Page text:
Are Cryptocurrency Investors Ready For Asset Tokenization?


For the last several years, cryptocurrency has been a topic of major focus. This interest includes niche crypto-centric communities and in the general population. The change is partially due to the massive growth of Bitcoin (BITCOMP) toward the end of 2017. Within the course of that year, prices jumped from $900 to nearly $20,000. To some, it was a sign of the legitimacy of cryptocurrency since so many people were buying into it and using it for everyday purchases. When prices fell, naysayers took it as a sign of the volatility of the currency. Since then, prices have stabilized. Now, cryptocurrency is more frequently used than ever before, attracting cryptocurrency investors back into the market. 

With cryptocurrency proponents finally feeling secure in their investments and ongoing usage, it’s worth wondering whether their perception of value in the blockchain can carry over to newer, even more, complex applications. Notably, we’re in the early stages of seeing the development of asset tokenization, which is the application of the blockchain for tokenizing both tangible and intangible assets.

For asset tokenization to work, it requires the full faith and activity from a majority of the population. Cryptocurrency investors will ultimately serve as the gateway for this public acceptance. In this role, they will become a potential barometer for the application’s legitimacy and force of persuasion for skeptics.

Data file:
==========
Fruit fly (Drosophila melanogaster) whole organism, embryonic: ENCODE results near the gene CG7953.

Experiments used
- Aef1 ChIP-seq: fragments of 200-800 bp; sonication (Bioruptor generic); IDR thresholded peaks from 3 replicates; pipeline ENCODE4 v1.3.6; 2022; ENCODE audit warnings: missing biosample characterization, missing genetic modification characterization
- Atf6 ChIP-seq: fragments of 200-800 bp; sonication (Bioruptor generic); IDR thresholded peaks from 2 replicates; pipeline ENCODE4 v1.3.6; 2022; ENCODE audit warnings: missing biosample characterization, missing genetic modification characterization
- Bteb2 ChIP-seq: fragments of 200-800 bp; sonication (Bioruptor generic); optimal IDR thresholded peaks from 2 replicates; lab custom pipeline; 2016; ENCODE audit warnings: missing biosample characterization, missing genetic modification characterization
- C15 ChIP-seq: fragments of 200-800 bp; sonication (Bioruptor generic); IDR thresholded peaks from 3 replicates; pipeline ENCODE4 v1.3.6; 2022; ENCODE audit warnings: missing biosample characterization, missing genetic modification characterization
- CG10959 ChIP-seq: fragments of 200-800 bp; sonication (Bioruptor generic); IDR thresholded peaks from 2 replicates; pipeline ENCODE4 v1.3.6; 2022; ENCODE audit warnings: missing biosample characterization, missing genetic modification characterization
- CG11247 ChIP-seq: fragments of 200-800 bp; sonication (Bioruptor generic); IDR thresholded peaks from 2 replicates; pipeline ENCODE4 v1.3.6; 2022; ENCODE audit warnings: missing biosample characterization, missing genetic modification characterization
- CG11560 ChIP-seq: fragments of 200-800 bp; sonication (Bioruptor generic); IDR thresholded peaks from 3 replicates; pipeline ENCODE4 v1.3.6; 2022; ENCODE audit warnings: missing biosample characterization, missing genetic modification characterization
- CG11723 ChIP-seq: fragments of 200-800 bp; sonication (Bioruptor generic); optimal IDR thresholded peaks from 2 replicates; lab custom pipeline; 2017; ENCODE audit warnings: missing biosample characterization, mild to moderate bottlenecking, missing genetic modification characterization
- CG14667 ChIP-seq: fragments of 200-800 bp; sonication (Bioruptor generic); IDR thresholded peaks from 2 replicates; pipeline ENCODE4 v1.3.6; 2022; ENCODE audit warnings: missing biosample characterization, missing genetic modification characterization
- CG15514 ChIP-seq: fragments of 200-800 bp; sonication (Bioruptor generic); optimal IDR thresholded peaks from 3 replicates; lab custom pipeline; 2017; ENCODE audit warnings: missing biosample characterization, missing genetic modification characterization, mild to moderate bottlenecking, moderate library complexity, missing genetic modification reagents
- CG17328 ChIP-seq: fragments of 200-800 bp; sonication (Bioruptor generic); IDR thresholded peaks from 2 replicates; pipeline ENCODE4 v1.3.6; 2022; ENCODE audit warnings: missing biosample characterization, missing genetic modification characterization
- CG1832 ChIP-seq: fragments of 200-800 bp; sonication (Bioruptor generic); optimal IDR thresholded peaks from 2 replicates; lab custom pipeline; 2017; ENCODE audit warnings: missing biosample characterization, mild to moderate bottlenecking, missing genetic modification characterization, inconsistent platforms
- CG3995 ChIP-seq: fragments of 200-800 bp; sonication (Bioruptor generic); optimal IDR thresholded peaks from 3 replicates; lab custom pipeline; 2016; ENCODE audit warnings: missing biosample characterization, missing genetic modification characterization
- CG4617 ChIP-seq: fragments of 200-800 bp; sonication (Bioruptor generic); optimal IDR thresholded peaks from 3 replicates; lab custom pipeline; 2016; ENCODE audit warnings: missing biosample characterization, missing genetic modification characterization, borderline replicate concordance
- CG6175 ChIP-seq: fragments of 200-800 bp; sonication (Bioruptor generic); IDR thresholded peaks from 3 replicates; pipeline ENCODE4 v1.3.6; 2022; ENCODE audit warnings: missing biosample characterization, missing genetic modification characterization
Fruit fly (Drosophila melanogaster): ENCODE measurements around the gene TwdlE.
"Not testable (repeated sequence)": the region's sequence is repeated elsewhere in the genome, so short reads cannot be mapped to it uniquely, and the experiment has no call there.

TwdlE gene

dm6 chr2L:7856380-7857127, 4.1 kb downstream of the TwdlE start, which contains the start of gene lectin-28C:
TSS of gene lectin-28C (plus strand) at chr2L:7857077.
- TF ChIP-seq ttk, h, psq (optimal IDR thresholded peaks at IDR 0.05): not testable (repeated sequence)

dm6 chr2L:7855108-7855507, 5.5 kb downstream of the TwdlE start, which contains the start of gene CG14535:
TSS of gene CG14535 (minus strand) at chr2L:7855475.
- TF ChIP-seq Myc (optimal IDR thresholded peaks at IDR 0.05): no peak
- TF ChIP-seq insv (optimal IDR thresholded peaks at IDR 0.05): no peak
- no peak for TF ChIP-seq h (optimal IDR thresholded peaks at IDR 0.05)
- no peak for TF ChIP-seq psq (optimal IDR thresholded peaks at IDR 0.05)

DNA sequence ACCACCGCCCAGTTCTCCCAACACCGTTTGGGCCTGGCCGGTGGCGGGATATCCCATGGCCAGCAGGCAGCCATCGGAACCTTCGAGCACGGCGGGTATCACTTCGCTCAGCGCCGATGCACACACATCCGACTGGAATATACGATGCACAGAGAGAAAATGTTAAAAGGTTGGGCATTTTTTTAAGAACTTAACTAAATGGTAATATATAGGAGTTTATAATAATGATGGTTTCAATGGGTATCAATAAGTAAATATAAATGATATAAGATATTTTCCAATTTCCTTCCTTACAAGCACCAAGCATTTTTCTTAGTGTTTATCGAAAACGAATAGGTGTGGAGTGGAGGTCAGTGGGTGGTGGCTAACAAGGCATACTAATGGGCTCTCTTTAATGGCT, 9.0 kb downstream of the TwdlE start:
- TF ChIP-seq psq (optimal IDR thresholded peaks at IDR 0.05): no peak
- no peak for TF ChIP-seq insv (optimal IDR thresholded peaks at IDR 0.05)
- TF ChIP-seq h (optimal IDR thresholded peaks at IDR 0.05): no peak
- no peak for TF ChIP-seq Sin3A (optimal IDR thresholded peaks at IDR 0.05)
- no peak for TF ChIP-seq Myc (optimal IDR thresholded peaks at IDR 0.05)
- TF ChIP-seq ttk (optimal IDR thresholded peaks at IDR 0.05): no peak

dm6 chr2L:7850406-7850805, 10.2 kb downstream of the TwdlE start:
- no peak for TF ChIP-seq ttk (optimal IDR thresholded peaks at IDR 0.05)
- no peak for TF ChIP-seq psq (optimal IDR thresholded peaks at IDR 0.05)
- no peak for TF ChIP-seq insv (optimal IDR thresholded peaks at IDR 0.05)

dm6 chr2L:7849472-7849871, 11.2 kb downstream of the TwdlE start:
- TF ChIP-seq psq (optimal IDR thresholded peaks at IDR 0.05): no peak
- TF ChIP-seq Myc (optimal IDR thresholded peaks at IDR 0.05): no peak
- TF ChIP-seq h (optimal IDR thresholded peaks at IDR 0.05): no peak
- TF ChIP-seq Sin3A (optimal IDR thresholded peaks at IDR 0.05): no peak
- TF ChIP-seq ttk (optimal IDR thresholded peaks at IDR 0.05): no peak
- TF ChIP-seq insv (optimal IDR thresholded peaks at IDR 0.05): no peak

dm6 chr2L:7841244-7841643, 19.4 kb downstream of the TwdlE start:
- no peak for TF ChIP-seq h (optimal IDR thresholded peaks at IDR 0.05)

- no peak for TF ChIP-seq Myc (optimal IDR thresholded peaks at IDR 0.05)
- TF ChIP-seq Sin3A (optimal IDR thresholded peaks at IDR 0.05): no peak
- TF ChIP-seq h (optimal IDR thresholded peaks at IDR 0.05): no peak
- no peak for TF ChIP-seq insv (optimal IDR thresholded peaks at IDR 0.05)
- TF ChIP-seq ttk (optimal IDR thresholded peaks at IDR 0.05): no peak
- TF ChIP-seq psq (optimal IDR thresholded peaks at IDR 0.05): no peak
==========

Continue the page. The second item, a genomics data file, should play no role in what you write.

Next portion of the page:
The Basics of Asset Tokenization 

Before we explore this topic in full, we need to understand the basics of asset tokenization. It’s best to think of this as a kind of marriage of publicly traded stocks and blockchain-based exchanges. In publicly traded companies, authorities can issue fractional shares of ownership in the company.

These are sold in the form of “shares” whose value is calculated based on the percentage of ownership and the total value of the company. Under most conditions, any consumer can buy or sell these shares from and to other consumers. This concept is limited in scope. Only corporations can issue shares this way. And, they’re subject to an inordinate number of rules and regulations. 

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